CBC Comedy Season Premiere Set In Pelee Island
Story by Michael Seguin
Photography Courtesy of CBC
Executive Producer Executive Producer Anne Francis confirms that the series description of CBC’s Still Standing as “a love letter to small-town Canada” continues to ring true, six seasons into the series’ run.
“In the show, comedian Jonny Harris goes coast-to-coast-to-coast across Canada,” Anne explains. “Mostly, we go to places that have either transitioned or overcome something. Survival stories. Jonny meets some people around the town, really gets a sense of who these people are and what’s so special about this place. And then he puts on a comedy show for the town about the town. But it’s a toast, not a roast! It’s a celebration of the town and the people that live in it.”
Anne first became involved with the show leading up to its fourth season.
“They were looking for a new showrunner,” Anne recalls. “I was working in New Orleans on a design show when I was approached about Still Standing. At that point, I hadn’t watched the show and I wasn’t looking for a new job. I was happy where I was.”
However, after watching the first few episodes, Anne jumped at the offer.
“I was like, ‘Oh my God, I love this!’” Anne states. “And I had a background in comedy and running productions. I decided it was a good fit. So, I went in and off we went.”
Anne likens a showrunner’s job to steering a mighty barge.
“As a showrunner, you oversee everything,” Anne explains. “In short, you’re involved in every aspect. Pre-production. Production. And post-production. Everything from crewing up to casting to all of the prep we do for storytelling. I would also go on the road for every episode to ‘mind the narrative.’ I would keep everyone ‘reminded’ of the story we were telling. And then be responsible for any kind of curveballs that get thrown at us or troubleshooting. Because storytelling is problem-solving.”
But the challenge, Anne stresses, is more than worth it for the relationships that are forged along the way.
“Most everybody who’s worked on the show has been on it since season one,” Anne states. “There’s a few of the crew that have only ever missed one episode. And it’s just so lovely meeting people and getting to be a part of it. It’s as meaningful to us working on the show as it is to the towns we visit and the avid fans.”
Still Standing’s sixth season premiere is set to air next month. The episode features a familiar locale: Pelee Island!
“We had wanted to go to Pelee Island for a couple of seasons,” Anne explains. “Jonny is also working on Murdoch Mysteries. So, we get Jonny when Murdoch Mysteries is on hiatus. That’s usually a two-week block for us. The episode usually takes five days to shoot, with a travel day on either end. We basically get him for those 14 days. Pelee never really fit into the slot.”
However, thanks to some creative scheduling, the Still Standing crew was able to get out to Pelee Island for a week last October.
“Pelee Island has always interested us,” Anne states. “Like I said, we tell a lot of survival stories. Geographically, Pelee Island is not remote, but it does involve a ferry ride. They rely on tourism and they’ve had their industry affected because of the algae blooms. We were also interested in the trials and tribulations of living on an island. It’s a pretty special place and we’re happy that we got to tell their story.”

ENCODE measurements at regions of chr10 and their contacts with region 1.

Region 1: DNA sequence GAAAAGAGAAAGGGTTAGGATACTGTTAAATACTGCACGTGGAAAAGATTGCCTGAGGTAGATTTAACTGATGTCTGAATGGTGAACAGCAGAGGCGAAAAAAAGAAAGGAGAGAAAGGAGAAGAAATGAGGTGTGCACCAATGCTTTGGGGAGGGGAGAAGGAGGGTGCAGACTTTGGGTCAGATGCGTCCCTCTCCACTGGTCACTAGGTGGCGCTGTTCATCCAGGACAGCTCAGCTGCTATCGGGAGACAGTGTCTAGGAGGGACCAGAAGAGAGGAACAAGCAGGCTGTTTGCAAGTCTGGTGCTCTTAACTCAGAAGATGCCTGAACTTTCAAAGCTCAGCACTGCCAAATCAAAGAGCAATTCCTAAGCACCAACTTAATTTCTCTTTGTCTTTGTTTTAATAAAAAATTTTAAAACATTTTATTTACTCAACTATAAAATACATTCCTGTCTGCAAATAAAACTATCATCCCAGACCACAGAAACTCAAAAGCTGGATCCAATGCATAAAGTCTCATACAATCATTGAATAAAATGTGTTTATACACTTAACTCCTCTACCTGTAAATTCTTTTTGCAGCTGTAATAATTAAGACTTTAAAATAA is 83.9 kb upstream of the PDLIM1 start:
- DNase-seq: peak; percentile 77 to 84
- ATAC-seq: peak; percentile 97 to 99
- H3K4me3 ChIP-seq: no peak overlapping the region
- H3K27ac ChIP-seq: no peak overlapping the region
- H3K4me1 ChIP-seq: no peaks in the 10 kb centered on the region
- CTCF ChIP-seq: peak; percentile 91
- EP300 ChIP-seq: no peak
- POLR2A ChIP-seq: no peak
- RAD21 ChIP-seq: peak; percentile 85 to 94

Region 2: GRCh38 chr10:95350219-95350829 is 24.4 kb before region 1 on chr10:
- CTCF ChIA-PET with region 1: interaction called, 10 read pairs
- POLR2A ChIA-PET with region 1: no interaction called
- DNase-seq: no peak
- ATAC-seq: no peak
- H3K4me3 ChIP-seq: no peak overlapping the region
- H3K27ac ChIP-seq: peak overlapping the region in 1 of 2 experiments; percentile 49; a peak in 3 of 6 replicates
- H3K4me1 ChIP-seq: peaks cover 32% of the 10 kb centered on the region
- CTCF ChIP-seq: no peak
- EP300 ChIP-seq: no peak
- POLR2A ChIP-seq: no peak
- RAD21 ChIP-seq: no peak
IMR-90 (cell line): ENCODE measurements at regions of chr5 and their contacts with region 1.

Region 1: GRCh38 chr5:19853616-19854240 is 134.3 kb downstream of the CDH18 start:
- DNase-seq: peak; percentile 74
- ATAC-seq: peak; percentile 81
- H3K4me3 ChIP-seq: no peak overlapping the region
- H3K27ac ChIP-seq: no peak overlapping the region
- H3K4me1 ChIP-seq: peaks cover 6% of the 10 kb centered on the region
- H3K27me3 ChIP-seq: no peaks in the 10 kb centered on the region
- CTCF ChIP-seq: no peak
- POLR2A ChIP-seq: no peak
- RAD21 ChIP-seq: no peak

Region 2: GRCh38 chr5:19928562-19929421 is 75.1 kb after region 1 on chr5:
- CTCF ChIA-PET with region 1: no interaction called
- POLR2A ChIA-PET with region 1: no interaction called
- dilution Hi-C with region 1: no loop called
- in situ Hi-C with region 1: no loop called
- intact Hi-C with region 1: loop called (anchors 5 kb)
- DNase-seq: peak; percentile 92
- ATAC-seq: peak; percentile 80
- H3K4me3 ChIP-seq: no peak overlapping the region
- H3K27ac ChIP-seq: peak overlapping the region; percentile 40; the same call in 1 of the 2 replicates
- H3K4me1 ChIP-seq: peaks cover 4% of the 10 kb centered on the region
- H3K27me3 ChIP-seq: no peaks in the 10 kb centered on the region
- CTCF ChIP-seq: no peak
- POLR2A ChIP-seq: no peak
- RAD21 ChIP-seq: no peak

The Still Standing crew were completely blown away by their five days on Pelee Island.
“The island is beautiful,” Anne admits. “When you’re there, you totally get it. You completely understand how special it is.”
Anne’s personal favourite part of the episode was when Jonny attended the Public Owling.
“I was invited to a Public Owling,” Jonny notes, in the episode. “It sounds weird! Public Owling! It sounds like some sort of corporal punishment from a Margaret Atwood novel. ‘This woman was caught stealing, and she will be owled immediately!’”
“Pelee Island is known for its migration pathways,” Anne explains. “On that particular night, the Pelee Island Bird Observatory (PBO) was doing an owling. So, they set up nets in hopes of catching Saw Whet Owls that are passing through and then they’ll weigh them, band them and then set them free. It’s a local celebration. Locals gather in a field house and they serve some malt wine.”
In the episode, the Bander in Chief, Sachi Schott, caught an Eastern Screech Owl.
“I thought, ‘Hey, I know a thing or two about eastern screech,” Jonny, a native of Newfoundland, quips.
After five days of shooting, the crew had their episode.
“Jonny had to be flown out on the mail plane because of the weather and to accommodate his schedule,” Anne explains. “It was par for the course!”
In his closing monologue, Jonny sums up the Pelee Island experience perfectly.
“Other countries have islands to the south,” Jonny muses. “The Brits have the Virgin Islands. The Dutch have Aruba, the rum-soaked tourism island. But Canada’s secret has a touch more class. It’s a place called Pelee Island. They say you don’t choose to live on Pelee, Pelee chooses you. And from what I can tell, she chooses wisely, too! So like the birds and monarch butterflies, I suggest you stop a spell at Pelee Island in Lake Erie, on the 42nd Parallel.”
The season premiere of Still Standing is set to air Tuesday, October 6 at 8 pm. (8:30 NT) on CBC and CBC Gem. Afterwards, it will be available to stream on-demand on CBC Gem.